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Creativity, in fact, may be where an AI stylist struggles — or at least needs help from the human entering the prompt. (The prompt you use matters. The ChatGPT Fashion Stylist, for example, defaulted to women’s clothing when I used it unless I specified men’s clothing.)

The ChatGPT Fashion Stylist offers three suggestions in text for a Coachella look, including a flowy maxi dress with strappy sandals, a cropped t-shirt with denim shorts and combat boots, and a colourful bandeau top with a denim skirt and platform sandals.
ChatGPT Fashion Stylist's suggestions for a Coachella look. (YesPlz)

In February, when Ssense asked ChatGPT to create an outfit using brands it carried, the AI offered a black turtleneck sweater by Acne, straight-leg Levi’s jeans and a pair of white Common Projects sneakers. Some followers who commented on the post were not impressed by the basic look. In subsequent posts, Ssense gave more guidelines, like telling ChatGPT which brands to choose from or asking for a New York Fashion Week look to ride the subway, meet friends and attend fashion shows.

For now, the company appears to be content just using ChatGPT for fun social content.

“While we’re still in the very early stages of understanding how AI will change our industry, the reality is that tools like ChatGPT and [AI image generator] Midjourney have already penetrated the popular discourse,” Thom Bettridge, head of creative and content for Ssense, said in an emailed statement. “While we as a culture all collectively play around with these new tools and what their potential is, there’s a lot of room for brands to join this online conversation.”

The standard ideas ChatGPT reproduces about which clothes should and shouldn’t work together may be overrated. On a recent episode of the clothing podcast “Articles of Interest,” which investigated attempts to build the computerized closet from the 1995 movie “Clueless,” host Avery Trufelman found one couple that preferred when a computer programme they created randomly generated their outfits. Chaos, Trufelman realised, could actually be a great stylist.

Beyond just offering clients new ideas, human stylists have skills like identifying what clothes work for a client’s body type and staying on top of trends. For that reason, ChatGPT doesn’t look ready to replace them just yet.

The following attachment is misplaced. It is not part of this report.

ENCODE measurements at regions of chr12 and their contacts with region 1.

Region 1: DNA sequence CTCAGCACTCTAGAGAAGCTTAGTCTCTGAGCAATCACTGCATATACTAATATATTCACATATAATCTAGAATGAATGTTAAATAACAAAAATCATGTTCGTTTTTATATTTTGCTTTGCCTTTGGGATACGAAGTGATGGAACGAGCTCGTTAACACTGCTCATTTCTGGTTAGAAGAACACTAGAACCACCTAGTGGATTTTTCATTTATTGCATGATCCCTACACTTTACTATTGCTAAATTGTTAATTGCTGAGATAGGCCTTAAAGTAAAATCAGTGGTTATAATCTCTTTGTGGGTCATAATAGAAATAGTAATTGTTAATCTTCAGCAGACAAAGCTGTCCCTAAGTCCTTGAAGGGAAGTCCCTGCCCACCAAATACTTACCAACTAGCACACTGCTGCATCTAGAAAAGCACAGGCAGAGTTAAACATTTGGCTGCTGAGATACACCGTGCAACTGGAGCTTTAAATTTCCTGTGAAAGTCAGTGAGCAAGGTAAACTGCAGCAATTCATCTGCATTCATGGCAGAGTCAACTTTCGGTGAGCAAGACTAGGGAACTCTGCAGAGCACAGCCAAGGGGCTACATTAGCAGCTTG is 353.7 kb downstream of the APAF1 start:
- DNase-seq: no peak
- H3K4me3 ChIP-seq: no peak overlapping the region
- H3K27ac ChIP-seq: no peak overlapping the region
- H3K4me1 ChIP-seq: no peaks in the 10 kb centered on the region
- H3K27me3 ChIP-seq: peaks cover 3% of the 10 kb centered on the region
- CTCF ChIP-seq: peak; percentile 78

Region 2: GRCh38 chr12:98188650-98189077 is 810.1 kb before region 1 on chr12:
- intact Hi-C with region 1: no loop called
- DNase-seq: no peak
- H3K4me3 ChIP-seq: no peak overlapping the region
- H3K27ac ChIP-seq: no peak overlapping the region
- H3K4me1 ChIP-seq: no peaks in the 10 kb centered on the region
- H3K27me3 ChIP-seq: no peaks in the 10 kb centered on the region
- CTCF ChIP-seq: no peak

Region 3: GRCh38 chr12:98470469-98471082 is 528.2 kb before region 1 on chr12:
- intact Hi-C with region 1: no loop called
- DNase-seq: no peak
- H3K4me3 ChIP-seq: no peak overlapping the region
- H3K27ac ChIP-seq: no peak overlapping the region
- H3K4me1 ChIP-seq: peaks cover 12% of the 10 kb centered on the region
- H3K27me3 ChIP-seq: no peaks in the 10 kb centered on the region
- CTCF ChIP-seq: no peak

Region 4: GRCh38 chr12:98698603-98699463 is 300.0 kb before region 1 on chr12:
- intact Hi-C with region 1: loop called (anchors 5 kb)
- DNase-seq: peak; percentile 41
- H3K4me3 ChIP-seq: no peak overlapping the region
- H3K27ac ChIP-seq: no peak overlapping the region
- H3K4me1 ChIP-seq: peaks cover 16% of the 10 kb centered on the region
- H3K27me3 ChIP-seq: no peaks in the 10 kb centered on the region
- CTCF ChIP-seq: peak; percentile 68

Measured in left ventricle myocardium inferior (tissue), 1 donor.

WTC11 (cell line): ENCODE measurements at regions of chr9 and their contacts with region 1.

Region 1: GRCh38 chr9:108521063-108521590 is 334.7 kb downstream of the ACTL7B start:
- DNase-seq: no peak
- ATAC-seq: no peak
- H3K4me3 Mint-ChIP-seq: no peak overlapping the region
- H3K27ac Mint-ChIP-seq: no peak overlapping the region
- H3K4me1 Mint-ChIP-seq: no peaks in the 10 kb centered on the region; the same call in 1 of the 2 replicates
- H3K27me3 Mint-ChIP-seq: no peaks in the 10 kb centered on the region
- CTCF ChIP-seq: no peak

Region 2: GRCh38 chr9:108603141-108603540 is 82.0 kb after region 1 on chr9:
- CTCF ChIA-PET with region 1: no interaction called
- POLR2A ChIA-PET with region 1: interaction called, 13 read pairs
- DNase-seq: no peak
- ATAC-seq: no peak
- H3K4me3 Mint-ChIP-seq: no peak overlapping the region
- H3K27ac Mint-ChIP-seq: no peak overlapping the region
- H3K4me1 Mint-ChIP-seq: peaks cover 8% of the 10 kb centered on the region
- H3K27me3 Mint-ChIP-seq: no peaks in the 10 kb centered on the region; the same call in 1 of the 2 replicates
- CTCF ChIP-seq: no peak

But it’s becoming more powerful. The newest version of the AI powering ChatGPT is capable of suggesting recipes based simply on a picture of food items in, say, an open refrigerator. It’s conceivable that one day it could also come up with different outfits based solely on a photo of the clothes in a closet. An algorithm can also be coded to include a level of randomness, which would produce more novel combinations.

The greatest impact of these abilities may not be on styling at all, however, but on how we shop for clothing online. Hong points out that, because of the way search engines work, we’re trained to use keywords like “squre neck orange tops” to find what we want.

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“With ChatGPT, it’s just, ‘What should I wear today?’ We can talk naturally,” she said. “That’s the direction we’re heading and that’s what I’m most excited about.”

With additional reporting by Sarah Elson.

Further Reading

Fashion’s Dreams for ChatGPT

Supercharged chatbots, hyper-personalised marketing copy and new ways for shoppers to discover fashion online are just a few of the dream applications for ChatGPT and similar AI models.

About the author
Marc Bain
Marc Bain

Marc Bain is Technology Correspondent at The Business of Fashion. He is based in New York and drives BoF’s coverage of technology and innovation, from start-ups to Big Tech.